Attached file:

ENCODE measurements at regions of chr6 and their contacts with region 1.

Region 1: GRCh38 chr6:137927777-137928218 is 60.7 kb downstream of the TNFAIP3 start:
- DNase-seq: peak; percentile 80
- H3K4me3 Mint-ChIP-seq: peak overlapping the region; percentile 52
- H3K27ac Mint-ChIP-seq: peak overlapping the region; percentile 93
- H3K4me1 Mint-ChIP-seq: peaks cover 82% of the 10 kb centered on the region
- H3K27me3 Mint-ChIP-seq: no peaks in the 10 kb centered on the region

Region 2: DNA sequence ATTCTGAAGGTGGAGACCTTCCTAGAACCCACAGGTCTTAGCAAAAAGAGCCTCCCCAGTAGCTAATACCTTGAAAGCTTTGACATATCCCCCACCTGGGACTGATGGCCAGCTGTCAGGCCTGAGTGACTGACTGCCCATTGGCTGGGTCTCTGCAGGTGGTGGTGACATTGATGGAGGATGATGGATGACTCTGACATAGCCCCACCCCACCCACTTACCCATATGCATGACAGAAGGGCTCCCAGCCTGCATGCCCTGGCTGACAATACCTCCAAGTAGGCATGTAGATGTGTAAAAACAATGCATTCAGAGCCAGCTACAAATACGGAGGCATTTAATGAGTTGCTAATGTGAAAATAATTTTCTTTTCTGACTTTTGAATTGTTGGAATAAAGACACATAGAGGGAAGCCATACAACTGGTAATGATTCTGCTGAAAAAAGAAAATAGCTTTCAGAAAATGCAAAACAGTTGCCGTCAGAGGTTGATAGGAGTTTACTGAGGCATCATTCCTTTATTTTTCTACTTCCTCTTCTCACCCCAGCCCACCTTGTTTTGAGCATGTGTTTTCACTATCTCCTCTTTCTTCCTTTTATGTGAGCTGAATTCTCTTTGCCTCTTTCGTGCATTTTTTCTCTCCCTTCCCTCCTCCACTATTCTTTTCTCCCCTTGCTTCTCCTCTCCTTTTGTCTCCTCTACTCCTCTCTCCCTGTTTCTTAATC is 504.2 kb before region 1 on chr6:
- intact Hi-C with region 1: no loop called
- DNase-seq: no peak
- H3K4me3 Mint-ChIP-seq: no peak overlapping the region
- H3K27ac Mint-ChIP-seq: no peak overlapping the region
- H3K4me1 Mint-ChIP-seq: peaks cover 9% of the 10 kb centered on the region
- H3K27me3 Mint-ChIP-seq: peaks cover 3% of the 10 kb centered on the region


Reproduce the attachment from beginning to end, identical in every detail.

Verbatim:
ENCODE measurements at regions of chr6 and their contacts with region 1.

Region 1: GRCh38 chr6:137927777-137928218 is 60.7 kb downstream of the TNFAIP3 start:
- DNase-seq: peak; percentile 80
- H3K4me3 Mint-ChIP-seq: peak overlapping the region; percentile 52
- H3K27ac Mint-ChIP-seq: peak overlapping the region; percentile 93
- H3K4me1 Mint-ChIP-seq: peaks cover 82% of the 10 kb centered on the region
- H3K27me3 Mint-ChIP-seq: no peaks in the 10 kb centered on the region

Region 2: DNA sequence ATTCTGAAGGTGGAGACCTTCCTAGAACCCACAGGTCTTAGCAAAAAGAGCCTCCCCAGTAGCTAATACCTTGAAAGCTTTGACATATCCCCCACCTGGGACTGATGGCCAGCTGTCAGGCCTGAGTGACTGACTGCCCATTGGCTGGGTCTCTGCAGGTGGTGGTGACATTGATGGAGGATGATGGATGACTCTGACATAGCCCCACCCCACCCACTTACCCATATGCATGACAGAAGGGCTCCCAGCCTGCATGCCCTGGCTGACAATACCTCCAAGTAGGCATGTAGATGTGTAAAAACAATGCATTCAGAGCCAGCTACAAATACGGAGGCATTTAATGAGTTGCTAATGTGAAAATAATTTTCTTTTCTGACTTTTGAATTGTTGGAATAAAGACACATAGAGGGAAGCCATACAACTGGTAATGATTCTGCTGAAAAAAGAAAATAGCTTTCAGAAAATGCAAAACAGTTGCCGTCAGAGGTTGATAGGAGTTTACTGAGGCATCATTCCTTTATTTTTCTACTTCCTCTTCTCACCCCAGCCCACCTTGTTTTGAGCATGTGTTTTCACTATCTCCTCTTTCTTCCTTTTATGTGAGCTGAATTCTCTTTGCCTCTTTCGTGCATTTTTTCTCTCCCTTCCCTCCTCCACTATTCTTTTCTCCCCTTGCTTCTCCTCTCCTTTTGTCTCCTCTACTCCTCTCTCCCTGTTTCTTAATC is 504.2 kb before region 1 on chr6:
- intact Hi-C with region 1: no loop called
- DNase-seq: no peak
- H3K4me3 Mint-ChIP-seq: no peak overlapping the region
- H3K27ac Mint-ChIP-seq: no peak overlapping the region
- H3K4me1 Mint-ChIP-seq: peaks cover 9% of the 10 kb centered on the region
- H3K27me3 Mint-ChIP-seq: peaks cover 3% of the 10 kb centered on the region